At first I didn't move, waiting to hear a reaction, and then I heard Nathan's "Uh oh" and realized that my nap was not to be.
My immediate reaction to this interruption was relief that I was there to be able to help Nathan with whatever had just happened in the kitchen. I hopped up, ran into the kitchen where I saw half a jug's worth of cranberry juice on the floor, and flew into action, cleaning it while at the same time reassuring Nathan that I was just glad that the jug had been plastic instead of glass, thus preventing someone from getting hurt. I then walked out of the kitchen with the juice-sopped towels, thankful that instead of wasting an hour napping, I would now be able to mop the floor and do some other chores around the house.
The real life scenario looked a little more like this. I heard the crash. I didn't want to move. I heard Nathan, and I still didn't want to move, but realizing it would be impossible to get to sleep at this point, I dragged myself up. I slowly walked into the kitchen, where I stood staring at the pools of juice on the floor, and I concentrated on keeping my mouth shut, so as to prevent something less than uplifting from coming up. I turned, slowly again, to go get another towel. I slowly, slow enough to even stop and look at an email on my computer, returned to the kitchen and helped clean the remainder of the juice. I then thought about mopping, but instead made myself a chai, and sat down on a chair to commiserate my lost nap.
And that, my friends, is what my gut level reaction to an interrupted nap really looks like. It's not pretty. In fact, as I sat here, I began to think about how far removed I am from true unselfishness. Sure, I love to help my kids and my husband, and I enjoy doing things for them, but only as long as it doesn't interfere with what I had in mind for myself. Which of course, falls a little short of the definition of truly considering others before myself.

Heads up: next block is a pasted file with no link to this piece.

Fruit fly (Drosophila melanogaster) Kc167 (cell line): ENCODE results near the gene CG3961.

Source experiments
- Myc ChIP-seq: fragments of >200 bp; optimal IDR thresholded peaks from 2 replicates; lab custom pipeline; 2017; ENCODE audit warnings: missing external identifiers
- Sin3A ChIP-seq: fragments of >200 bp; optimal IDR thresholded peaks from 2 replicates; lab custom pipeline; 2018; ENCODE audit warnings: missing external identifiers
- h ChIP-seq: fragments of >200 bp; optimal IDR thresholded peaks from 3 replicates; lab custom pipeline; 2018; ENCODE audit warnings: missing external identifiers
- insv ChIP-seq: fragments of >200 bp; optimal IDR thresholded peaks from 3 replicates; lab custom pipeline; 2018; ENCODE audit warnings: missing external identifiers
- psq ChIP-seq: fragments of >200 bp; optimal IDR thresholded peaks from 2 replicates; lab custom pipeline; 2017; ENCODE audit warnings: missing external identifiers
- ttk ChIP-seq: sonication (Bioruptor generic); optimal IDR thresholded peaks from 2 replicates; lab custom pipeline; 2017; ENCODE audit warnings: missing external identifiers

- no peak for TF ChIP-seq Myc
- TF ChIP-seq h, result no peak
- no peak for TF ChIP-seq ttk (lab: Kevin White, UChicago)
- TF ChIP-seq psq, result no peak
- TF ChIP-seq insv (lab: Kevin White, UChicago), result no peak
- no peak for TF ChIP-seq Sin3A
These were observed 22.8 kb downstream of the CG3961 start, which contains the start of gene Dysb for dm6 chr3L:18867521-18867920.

That got me thinking about what true unselfishness would really look like. It's so foreign to me, that it's difficult to truly comprehend the idea of people caring more for others than for themselves. I can imagine it happening for a few hours of volunteer work, or for special occasions like birthdays or mother's day, but every day, all of the time? That's another story.
Jesus talked so much about this idea. He knew that it doesn't come naturally, yet being fully human, He did it. He is our only model of living a truly unselfish life. And what did He tell us? He said to love others as we love ourselves. Give to those who are in need. Spend time caring for orphans, widows, and the poor. Forgive. Do everything with a cheerful heart. All of these things speak of what an unselfish nature would look like.
What's even harder for me to believe, is that through Jesus and the power of the Spirit, all of these things, eventually, can become my first nature. As evidenced by the spilled juice incident, I'm not quite there =). But I believe God's word when it tells me that through Jesus, we can live the life He wants for us. I believe, as hard as it is to fathom, that someday, that imaginary reaction I described could very well be my own, and if it is, it will be nothing but a testimony to how great God's power is to change those who believe in Him from the inside out.
Believe me, that's what I want. Am I beating myself up about it? No. I realize that I make mistakes, and many of them, every day. I also realize that God forgives me every time I ask Him, no matter how repetitive and frequent that asking might be. But what I'm saying is that God's word tells us that the longer we walk through this process of sanctification, the more we look like Jesus. And the more I look like Jesus, the less the spilled juices of the world will be able to throw me into a disgruntled funk. I know it's a process that happens over a lifetime, not overnight, so one day at a time, hopefully getting closer each day to looking more like Jesus and less like me.